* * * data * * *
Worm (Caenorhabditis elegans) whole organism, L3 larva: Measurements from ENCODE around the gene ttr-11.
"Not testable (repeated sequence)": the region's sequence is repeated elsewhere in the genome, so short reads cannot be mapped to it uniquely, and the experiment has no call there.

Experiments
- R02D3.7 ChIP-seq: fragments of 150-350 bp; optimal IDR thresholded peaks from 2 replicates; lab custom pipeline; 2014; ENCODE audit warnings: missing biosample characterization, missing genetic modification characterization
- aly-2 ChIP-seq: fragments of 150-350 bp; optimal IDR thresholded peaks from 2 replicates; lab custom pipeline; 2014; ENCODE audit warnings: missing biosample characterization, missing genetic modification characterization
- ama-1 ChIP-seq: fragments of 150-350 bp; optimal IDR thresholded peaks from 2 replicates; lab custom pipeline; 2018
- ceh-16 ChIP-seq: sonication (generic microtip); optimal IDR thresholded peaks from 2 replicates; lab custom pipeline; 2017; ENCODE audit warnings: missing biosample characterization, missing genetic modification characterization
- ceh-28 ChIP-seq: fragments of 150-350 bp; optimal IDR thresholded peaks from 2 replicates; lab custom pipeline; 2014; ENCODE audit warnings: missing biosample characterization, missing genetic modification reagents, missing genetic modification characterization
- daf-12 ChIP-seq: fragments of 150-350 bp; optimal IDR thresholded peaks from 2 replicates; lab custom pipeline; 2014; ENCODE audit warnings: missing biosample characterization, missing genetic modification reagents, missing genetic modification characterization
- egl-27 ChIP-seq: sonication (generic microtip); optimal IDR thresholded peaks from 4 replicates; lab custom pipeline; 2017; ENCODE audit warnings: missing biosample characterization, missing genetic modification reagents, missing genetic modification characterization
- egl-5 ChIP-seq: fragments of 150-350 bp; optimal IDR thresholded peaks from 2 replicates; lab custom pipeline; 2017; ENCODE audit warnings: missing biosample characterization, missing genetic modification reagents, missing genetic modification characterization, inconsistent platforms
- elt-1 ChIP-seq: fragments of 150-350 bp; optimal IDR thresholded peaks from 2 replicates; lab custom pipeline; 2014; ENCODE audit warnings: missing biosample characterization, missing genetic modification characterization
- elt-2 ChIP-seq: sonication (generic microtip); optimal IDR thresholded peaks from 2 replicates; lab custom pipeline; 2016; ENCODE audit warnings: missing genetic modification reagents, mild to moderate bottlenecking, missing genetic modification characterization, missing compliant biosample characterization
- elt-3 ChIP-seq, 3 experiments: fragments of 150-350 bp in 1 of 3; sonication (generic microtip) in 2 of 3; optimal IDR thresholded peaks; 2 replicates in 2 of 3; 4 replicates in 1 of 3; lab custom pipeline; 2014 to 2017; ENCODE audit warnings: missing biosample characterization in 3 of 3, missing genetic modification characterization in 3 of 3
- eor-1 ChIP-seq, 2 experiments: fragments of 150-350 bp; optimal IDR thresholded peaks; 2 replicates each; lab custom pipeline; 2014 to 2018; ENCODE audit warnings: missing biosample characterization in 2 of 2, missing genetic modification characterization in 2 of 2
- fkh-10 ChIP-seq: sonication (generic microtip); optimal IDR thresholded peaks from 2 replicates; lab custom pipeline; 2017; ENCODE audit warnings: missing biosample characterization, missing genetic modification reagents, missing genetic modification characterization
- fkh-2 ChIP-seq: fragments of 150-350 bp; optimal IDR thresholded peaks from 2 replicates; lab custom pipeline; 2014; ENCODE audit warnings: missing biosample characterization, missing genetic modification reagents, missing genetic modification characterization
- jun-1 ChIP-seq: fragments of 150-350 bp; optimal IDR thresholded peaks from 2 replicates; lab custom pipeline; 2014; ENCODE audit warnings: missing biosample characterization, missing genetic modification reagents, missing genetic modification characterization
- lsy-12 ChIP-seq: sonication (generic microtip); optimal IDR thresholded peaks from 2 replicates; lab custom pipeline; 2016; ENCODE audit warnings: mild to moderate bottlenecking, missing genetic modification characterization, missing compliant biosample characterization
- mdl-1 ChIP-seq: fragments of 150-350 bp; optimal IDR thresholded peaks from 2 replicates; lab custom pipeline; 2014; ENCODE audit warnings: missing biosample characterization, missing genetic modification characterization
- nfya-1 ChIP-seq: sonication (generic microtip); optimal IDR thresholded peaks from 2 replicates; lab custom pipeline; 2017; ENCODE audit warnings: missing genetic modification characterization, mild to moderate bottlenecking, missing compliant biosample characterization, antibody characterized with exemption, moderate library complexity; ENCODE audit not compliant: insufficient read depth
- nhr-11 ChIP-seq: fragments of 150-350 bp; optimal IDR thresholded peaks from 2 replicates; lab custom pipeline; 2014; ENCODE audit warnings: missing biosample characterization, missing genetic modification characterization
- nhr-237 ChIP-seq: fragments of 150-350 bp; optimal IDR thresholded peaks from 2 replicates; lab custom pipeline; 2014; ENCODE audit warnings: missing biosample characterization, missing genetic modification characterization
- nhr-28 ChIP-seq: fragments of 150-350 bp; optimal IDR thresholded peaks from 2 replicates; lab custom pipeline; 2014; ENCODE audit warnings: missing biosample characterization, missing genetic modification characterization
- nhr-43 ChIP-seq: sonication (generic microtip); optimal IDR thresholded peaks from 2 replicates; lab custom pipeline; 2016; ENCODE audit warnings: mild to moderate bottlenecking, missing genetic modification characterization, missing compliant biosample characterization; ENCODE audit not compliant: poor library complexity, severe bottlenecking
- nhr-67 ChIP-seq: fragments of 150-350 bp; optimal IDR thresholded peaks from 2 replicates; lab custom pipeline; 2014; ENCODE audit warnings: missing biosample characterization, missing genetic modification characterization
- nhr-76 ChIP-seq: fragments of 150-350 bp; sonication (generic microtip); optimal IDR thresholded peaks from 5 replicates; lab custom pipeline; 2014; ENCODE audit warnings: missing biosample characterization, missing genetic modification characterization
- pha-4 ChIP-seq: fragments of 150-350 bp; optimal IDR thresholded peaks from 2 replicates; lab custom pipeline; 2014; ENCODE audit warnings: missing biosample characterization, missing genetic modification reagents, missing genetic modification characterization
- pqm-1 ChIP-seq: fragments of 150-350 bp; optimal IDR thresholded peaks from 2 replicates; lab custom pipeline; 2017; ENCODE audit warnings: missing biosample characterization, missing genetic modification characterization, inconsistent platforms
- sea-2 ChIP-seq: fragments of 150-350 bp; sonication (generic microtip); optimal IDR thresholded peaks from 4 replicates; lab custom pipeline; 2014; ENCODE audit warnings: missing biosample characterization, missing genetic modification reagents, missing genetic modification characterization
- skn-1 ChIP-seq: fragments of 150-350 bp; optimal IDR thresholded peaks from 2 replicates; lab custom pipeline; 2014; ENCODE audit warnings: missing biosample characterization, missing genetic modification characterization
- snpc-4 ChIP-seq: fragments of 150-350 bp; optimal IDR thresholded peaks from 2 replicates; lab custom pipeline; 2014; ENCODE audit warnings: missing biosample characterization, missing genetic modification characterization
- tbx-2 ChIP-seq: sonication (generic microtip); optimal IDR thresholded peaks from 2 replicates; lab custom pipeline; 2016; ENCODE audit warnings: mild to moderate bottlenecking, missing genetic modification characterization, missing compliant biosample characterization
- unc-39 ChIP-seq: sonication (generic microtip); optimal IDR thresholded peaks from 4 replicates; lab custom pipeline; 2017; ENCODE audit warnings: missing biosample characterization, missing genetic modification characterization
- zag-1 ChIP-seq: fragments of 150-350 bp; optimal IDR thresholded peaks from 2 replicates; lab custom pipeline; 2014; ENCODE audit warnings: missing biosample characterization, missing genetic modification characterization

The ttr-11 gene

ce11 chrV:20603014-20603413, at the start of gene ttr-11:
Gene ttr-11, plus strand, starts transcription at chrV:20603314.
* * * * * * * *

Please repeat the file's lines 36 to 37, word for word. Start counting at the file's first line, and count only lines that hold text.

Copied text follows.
The ttr-11 gene

ce11 chrV:20603014-20603413, at the start of gene ttr-11: